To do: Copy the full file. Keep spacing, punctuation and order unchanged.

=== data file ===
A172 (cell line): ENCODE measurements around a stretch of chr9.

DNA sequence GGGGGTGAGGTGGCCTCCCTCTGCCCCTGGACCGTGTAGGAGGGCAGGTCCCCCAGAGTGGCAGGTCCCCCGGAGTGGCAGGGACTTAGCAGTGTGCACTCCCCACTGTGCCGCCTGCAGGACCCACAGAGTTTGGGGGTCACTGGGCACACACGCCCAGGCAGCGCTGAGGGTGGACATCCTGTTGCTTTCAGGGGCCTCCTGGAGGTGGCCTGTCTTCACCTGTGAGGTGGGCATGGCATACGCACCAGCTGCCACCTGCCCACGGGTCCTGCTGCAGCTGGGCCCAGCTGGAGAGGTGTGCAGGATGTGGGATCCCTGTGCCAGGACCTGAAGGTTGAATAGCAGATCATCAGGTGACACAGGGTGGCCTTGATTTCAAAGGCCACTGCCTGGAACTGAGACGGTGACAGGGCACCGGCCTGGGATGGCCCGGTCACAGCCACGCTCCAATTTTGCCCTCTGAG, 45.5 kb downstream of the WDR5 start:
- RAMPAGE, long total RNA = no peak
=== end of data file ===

A172 (cell line): ENCODE measurements around a stretch of chr9.

DNA sequence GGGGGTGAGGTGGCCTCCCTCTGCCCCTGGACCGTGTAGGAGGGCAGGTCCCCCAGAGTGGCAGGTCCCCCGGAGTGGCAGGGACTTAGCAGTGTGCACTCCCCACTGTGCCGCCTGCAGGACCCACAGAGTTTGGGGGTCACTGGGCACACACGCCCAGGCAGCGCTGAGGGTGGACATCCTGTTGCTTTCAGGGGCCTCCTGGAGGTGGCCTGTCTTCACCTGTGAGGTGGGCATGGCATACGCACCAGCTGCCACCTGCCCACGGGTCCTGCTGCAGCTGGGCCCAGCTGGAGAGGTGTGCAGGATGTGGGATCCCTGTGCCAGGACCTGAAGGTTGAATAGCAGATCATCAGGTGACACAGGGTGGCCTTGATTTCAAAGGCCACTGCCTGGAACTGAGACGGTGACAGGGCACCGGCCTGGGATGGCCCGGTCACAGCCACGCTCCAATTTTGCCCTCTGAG, 45.5 kb downstream of the WDR5 start:
- RAMPAGE, long total RNA = no peak